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Atrial septal defect

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Professional Reference articles are designed for health professionals to use. They are written by UK doctors and based on research evidence, UK and European Guidelines. You may find one of our health articles more useful.

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What is atrial septal defect?

Atrial septal defect (ASD) is a type of heart defect which allows communication between the left and right side of the heart. These interatrial communications can result from defects in the interatrial septum but also from defects in the atrial connections of the systemic or pulmonary veins (sinus venosus or coronary sinus defects).

Patent foramen ovale is a common congenital atrial septal defect with an incidence of 15-35% in the adult population. The development of the interatrial septum is completed only after birth. In 75% of the general population, the foramen ovale closes after birth, and only an oval depression, called fossa ovalis, remains on the right side of the interatrial septum. Patent foramen ovale can be associated with various clinically important conditions, including migraine and stroke, or decompression illness in divers.1

How common is atrial septal defect? (Epidemiology)2 3

  • ASDs are the third most common congenital heart disease and occur as an isolated anomaly in 5% to 10% of all congenital heart defects. About 30% to 50% of children with congenital heart defects have an ASD as part of their cardiac defect. With improved detection of silent defects by echocardiography the incidence seems to be increasing.

  • The incidence is higher in females and with the common ostium secundum defects the female to male ratio is 2:1.

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Associated conditions

  • Most ASDs are sporadic with no defined cause. However, familiar clusters of secundum ASDs have been reported with various forms of inheritance, most commonly autosomal dominant.

  • The risk of a secundum ASD is increased in families with a history of congenital heart disease, especially when an ASD is present in a sibling.4

  • Secundum ASDs are common in many syndromes including Holt-Oram syndrome, Noonan's syndrome and Ellis-van Creveld syndrome. Both secundum and primum ASDs are common in Down's syndrome.5

  • Fetal alcohol syndrome, maternal smoking in the first trimester and maternal diabetes can all be associated with ASDs.


Development of the atrial septum is a complex process and forms the basis of classification of interatrial communications. Atrial septation involves septum primum, septum secundum and atrioventricular canal septum.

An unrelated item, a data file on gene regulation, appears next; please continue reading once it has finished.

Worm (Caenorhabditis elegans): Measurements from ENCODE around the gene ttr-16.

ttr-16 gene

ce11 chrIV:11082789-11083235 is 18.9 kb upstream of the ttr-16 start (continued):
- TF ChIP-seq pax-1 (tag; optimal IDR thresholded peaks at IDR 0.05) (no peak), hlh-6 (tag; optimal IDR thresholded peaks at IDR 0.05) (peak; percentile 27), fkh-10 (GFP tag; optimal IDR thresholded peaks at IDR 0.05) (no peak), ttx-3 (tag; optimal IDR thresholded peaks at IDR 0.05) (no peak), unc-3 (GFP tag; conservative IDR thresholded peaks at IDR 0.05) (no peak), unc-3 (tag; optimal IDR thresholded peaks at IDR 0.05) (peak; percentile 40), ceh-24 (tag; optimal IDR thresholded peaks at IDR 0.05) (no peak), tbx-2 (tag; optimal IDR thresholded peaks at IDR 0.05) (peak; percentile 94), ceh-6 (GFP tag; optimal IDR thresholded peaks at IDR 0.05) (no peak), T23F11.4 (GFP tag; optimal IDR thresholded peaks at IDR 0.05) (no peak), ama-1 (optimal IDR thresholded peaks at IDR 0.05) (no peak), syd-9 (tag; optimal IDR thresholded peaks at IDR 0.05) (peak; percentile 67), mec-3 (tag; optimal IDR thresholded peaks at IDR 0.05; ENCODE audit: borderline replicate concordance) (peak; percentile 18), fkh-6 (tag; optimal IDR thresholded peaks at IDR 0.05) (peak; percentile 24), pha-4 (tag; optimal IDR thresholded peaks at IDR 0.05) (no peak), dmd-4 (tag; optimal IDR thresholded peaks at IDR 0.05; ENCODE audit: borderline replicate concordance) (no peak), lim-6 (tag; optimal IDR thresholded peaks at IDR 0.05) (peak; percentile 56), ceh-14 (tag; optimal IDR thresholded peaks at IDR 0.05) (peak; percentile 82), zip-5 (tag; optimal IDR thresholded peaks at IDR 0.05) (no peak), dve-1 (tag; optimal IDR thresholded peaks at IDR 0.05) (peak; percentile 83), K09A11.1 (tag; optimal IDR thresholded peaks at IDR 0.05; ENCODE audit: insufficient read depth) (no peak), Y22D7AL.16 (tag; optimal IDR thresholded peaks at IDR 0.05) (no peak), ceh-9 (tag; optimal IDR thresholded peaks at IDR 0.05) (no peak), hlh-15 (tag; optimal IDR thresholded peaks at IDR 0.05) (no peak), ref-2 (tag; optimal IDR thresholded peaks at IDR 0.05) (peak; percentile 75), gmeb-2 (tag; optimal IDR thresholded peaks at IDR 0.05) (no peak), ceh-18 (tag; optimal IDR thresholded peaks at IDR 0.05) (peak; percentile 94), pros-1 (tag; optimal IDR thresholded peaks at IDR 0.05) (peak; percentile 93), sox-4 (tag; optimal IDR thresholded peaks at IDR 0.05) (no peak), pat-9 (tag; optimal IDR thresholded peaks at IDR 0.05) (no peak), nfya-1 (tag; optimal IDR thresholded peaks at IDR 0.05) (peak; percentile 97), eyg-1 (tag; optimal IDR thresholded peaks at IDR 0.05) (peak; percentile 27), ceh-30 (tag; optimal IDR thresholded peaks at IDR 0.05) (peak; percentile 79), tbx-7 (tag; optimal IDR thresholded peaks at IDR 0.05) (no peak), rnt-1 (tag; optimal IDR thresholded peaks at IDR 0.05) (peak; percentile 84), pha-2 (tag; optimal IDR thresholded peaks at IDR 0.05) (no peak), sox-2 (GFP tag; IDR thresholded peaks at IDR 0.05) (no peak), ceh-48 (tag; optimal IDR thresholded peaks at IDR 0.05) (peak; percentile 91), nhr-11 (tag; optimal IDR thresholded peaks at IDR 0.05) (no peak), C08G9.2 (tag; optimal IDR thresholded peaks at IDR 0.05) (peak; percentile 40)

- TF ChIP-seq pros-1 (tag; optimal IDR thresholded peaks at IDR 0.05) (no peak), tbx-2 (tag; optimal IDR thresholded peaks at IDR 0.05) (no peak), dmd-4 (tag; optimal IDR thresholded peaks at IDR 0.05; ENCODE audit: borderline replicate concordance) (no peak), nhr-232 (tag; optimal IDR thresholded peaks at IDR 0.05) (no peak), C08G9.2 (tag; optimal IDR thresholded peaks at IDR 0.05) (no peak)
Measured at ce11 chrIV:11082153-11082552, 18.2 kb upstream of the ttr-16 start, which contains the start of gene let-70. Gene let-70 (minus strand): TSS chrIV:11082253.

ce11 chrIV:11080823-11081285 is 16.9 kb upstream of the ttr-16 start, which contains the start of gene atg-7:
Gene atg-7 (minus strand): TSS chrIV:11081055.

Normal development of the atrial septum results in formation of fossa ovalis, an oval shaped depression between the septum secundum and septum primum. Other parts of the septum include sinus venosus septum and coronary sinus septum.

The following types of interatrial communications are described

  • Patent foramen ovale - this is a normal communication in fetal life and is the space between an appropriately developed septum primum and normal septum secundum.

  • Secundum ASD - this is the most common type of ASD accounting for 50% to 70% of all ASDs. The secundum ASD is a defect within the fossa ovalis resulting from single or multiple defects in the septum primum.

  • Primum ASD - this is one of the variants of atrioventricular septal defects (AVSDs) and is also known as partial AVSD as it is associated with the presence of a common atrioventricular orifice. The defect in the atrial septum lies between the inferior margin of fossa ovalis and atrioventricular valves. Isolated primum ASD occurs in 15% of all ASDs.

  • Sinus venosus defect - the tissue that separates the right pulmonary veins from the superior vena cava and adjacent free atrial wall is called sinus venosus and a defect in this area results in a sinus venosus defect. This accounts for about 10% of all ASDs.

  • Coronary sinus defect - this results from partial or complete unroofing of the tissue separating coronary sinus from the left atrium, allowing a shunt through the defect and coronary sinus orifice.

    interatrial septum

    interatrial septum

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Atrial septal defect symptoms (presentation)3

Most children with isolated atrial septal defects are free of symptoms, but the rates of exercise intolerance, atrial tachyarrhythmias, right ventricular dysfunction, and pulmonary hypertension increase with advancing age, and life expectancy is reduced in adults with untreated defects.

  • Infants and children with ASDs are usually asymptomatic.

  • Rarely, infants may present with tachypnoea, poor weight gain and recurrent chest infections. In all such cases a thorough search should be done for non-cardiac conditions and pulmonary hypertension.7

  • Subtle symptoms of shortness of breath with exercise or palpitations may occur in some patients in the second decade of life.